You’ve heard of ROI — what’s ROE?

What motivates adult learners to pursue a graduate degree? There are, of course, a multitude of reasons. In an era of digital disruption, many communicators seek new knowledge or skills. Others are interested in experiential opportunities to strengthen their resumes. Still others view a graduate degree as a pathway to career advancement — credentials do matter! We all expect a return on investment in our time and money. But we’re talking about something more consequential — a return on education. That common motivational thread for students in our Corporate and Organizational Communication program is a passion for communication, a passion for learning.

This is what Professor of Practice Ed Powers learned in an interview with Josh Gelinas, a PR professional from North Carolina who will soon be completing his master’s program.

Ed Powers (EP): Josh, can you tell us about your current position at AT&T?

Josh Gelinas (JG): I work in the company’s Corporate Social Responsibility organization and manage education and social innovation communications. My responsibilities span the communications and marketing spectrum, from message strategy and development, to communications campaign planning and execution, to reputation measurement and risk management.

EP: You hold your Accreditation in Public Relations (APR) and have almost completed your master’s program. What motivated you to continue your professional education?

JG: It’s been a journey of discovery for me. At every stage of my career I’ve been confronted with challenges I wanted to overcome. The APR program really hit home how critical it is to manage communications from start to finish –  research, planning, implementation and evaluation, or RPIE as it’s often referred to. I’ll never forget that acronym.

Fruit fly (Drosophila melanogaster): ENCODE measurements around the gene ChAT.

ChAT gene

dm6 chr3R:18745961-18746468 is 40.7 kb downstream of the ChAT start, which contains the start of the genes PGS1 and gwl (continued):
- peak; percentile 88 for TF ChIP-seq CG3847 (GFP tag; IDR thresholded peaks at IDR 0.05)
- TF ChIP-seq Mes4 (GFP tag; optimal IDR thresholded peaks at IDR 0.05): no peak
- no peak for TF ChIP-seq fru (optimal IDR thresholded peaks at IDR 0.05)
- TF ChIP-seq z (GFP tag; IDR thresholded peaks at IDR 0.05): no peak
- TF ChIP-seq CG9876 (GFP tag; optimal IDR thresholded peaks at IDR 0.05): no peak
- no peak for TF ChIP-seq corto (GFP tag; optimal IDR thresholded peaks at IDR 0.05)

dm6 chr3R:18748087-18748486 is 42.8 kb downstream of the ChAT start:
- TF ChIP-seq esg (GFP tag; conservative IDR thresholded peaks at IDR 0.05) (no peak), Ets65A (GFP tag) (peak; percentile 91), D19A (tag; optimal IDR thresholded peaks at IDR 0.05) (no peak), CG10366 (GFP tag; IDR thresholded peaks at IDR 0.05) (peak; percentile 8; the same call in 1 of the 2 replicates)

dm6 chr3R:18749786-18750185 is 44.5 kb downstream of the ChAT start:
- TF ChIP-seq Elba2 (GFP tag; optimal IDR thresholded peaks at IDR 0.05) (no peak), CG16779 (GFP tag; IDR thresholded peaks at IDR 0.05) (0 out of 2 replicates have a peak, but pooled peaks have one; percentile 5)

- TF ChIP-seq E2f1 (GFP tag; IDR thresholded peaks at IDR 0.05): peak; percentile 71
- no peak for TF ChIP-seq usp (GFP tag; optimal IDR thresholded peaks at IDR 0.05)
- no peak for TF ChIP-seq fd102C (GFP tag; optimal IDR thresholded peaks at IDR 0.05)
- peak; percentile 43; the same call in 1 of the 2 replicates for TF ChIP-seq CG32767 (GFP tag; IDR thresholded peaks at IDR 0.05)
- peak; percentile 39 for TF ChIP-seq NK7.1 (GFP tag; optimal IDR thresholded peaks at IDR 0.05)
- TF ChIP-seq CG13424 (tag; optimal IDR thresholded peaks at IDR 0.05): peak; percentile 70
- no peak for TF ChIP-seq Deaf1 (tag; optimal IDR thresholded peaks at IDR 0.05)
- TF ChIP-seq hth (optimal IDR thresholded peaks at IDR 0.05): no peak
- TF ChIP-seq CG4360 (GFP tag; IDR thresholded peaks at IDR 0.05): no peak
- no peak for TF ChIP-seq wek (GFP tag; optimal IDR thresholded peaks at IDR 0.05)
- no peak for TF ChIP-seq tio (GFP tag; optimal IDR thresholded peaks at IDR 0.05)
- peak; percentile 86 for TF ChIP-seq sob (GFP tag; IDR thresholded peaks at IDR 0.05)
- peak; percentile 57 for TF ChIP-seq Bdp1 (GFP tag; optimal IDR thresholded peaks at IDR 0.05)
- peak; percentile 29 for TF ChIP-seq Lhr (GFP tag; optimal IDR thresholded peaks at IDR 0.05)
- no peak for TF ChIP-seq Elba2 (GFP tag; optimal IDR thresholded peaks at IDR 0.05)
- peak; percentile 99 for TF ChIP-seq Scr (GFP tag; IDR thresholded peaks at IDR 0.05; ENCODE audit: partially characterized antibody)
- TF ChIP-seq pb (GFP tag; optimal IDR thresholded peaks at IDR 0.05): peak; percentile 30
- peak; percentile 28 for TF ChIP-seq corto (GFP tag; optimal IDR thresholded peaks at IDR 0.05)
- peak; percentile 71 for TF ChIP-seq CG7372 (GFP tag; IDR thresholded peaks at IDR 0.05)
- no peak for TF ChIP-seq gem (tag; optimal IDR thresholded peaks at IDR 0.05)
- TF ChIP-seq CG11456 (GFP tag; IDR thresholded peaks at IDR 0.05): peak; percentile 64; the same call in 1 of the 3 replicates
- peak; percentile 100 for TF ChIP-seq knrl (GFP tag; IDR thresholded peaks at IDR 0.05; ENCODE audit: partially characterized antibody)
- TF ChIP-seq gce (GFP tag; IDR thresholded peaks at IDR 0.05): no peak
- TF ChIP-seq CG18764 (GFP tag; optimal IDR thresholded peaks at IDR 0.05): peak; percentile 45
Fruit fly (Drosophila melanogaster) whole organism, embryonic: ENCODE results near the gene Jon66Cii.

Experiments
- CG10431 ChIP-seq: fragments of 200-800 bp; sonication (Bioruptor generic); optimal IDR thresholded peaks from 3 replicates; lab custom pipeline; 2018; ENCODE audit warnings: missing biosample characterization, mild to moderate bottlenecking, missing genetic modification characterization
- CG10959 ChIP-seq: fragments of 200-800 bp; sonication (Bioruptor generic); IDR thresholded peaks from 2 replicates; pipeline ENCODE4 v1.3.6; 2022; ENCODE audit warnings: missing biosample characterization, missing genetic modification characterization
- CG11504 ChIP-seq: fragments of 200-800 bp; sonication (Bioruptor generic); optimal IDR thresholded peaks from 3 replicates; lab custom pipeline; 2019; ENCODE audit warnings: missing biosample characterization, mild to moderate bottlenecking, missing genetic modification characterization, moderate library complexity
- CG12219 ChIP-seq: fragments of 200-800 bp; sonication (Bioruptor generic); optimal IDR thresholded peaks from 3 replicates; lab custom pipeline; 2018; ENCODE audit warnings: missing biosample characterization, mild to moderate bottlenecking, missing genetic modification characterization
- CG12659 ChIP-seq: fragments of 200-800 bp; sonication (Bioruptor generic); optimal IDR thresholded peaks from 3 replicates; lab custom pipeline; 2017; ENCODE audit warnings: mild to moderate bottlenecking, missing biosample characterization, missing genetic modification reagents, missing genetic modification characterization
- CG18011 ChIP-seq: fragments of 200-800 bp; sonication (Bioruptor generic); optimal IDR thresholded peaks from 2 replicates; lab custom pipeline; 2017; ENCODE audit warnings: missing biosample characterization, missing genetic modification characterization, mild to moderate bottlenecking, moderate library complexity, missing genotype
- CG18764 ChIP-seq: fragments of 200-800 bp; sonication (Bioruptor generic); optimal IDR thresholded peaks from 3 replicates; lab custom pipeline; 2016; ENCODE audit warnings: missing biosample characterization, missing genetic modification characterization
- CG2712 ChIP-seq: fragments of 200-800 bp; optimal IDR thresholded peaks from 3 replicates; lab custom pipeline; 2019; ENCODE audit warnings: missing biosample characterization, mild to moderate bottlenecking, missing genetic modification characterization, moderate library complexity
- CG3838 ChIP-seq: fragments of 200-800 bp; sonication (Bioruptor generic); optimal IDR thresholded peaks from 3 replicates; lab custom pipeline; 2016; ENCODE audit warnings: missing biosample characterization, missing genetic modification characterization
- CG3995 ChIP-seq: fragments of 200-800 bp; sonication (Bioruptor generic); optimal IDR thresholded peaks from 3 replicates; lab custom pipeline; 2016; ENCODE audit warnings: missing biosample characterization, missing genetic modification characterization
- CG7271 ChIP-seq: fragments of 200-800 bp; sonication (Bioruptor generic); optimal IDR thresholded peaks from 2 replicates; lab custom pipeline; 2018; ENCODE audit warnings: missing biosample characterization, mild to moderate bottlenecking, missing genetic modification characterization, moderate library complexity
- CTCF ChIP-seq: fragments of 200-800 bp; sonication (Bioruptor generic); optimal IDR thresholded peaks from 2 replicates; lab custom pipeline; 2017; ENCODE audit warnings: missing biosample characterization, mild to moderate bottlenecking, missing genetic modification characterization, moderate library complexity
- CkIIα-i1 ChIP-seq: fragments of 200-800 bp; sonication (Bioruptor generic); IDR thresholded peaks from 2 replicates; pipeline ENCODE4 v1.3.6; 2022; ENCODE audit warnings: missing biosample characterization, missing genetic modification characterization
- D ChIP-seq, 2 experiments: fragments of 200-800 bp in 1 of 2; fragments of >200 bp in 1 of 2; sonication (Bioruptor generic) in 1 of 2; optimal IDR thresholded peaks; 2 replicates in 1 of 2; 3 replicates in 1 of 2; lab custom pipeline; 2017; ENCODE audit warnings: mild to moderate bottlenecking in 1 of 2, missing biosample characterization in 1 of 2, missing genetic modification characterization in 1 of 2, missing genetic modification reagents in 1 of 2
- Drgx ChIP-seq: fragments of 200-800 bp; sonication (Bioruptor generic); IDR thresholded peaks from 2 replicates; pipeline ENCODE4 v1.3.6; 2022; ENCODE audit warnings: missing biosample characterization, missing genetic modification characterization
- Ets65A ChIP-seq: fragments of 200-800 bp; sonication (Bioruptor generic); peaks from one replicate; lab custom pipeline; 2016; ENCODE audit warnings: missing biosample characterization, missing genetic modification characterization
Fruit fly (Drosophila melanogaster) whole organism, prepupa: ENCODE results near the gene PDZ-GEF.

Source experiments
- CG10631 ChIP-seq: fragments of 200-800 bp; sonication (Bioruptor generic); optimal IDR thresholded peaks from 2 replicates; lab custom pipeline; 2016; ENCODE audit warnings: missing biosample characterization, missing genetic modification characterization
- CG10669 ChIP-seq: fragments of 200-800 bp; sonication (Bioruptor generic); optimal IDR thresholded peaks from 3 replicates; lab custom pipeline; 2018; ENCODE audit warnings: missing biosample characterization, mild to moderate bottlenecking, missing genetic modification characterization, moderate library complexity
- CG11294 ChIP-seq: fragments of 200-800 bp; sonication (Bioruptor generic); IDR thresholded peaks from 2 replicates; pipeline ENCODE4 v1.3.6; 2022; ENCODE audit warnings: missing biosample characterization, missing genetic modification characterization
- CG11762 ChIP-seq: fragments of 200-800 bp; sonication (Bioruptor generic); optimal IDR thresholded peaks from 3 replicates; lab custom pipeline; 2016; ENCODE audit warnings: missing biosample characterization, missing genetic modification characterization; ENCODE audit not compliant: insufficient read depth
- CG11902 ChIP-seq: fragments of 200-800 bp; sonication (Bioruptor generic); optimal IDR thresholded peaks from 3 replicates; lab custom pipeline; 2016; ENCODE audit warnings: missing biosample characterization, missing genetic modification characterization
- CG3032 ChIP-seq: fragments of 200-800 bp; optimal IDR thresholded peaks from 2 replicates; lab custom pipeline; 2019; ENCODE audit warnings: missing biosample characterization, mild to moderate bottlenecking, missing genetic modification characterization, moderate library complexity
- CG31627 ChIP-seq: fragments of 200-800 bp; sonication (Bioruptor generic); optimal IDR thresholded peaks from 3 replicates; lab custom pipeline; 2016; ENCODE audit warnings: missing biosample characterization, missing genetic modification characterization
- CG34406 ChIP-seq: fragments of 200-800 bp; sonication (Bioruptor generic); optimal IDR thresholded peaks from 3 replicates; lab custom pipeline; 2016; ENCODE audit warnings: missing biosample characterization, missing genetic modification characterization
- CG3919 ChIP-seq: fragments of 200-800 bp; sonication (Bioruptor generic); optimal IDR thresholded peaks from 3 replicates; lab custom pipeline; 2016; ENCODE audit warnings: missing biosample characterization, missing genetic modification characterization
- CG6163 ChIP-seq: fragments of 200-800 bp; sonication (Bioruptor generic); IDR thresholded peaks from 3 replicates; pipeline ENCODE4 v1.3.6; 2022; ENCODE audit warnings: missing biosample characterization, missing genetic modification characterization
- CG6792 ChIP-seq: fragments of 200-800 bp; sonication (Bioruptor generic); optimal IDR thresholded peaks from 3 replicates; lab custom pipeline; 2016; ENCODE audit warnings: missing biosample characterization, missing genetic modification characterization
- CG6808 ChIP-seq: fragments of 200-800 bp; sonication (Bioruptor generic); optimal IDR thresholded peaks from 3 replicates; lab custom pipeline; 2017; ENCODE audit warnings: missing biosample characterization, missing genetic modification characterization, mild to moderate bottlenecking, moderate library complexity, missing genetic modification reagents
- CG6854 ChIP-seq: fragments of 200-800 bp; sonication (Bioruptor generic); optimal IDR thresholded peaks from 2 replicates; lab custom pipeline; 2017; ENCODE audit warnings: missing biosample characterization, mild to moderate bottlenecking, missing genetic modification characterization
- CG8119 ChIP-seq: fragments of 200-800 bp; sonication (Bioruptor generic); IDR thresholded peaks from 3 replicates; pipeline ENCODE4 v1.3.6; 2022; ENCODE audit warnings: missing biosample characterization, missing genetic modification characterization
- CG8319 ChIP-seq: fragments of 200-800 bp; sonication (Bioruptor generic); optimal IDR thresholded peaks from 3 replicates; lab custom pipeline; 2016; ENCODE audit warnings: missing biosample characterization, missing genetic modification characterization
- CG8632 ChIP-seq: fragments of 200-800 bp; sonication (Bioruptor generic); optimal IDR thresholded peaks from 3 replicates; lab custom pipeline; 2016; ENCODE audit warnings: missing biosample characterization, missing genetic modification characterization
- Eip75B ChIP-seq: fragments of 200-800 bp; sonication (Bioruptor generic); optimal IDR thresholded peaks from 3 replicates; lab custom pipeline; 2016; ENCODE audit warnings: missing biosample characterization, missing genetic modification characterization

The world of communication has changed radically since I graduated college in 1999. I’ve worked in communications in one way or another since undergrad, and the curriculum at Northeastern has forced me to ask tough questions about my skills and abilities and drove me to keep growing into the leader I aspire to become.

EP: As you know, Northeastern is the only university to recognize the competencies demonstrated by holders of the APR accreditation by granting transfer credit. What aspect of the transfer credit opportunity was most appealing to you?

JG: The ability to accelerate through the program was appealing. More important than that, though, was the confidence it gave me knowing Northeastern valued what I’d learned through the APR process. I’d been on the fence about graduate school for a long time. Getting credit for APR gave me the boost I needed to take the plunge.

EP: What would you say to the PR professional who may be hesitant to return to school for a master’s degree or, for that matter, any form of lifelong learning?

JG: Do it. Do it because if you’re reading this you’re serious about your career and take pride in the work you do.

There’s a long history of communications and public relations roles being thought of as just “staff” support functions. They’re not. Communication is critical to the creation of successful strategy, from planning to execution. The masters-level communication curriculum makes this connection clear, and provides the tools needed to make it happen.

Posted by Ed Powers, Faculty.

Did you know: Several College of Professional Studies programs accept transfer credit based on certifications from IABC, PRSA, SHRM, STC, HRCI, and HubSpot Academy. We believe that demonstrated competency should be recognized.

 

 

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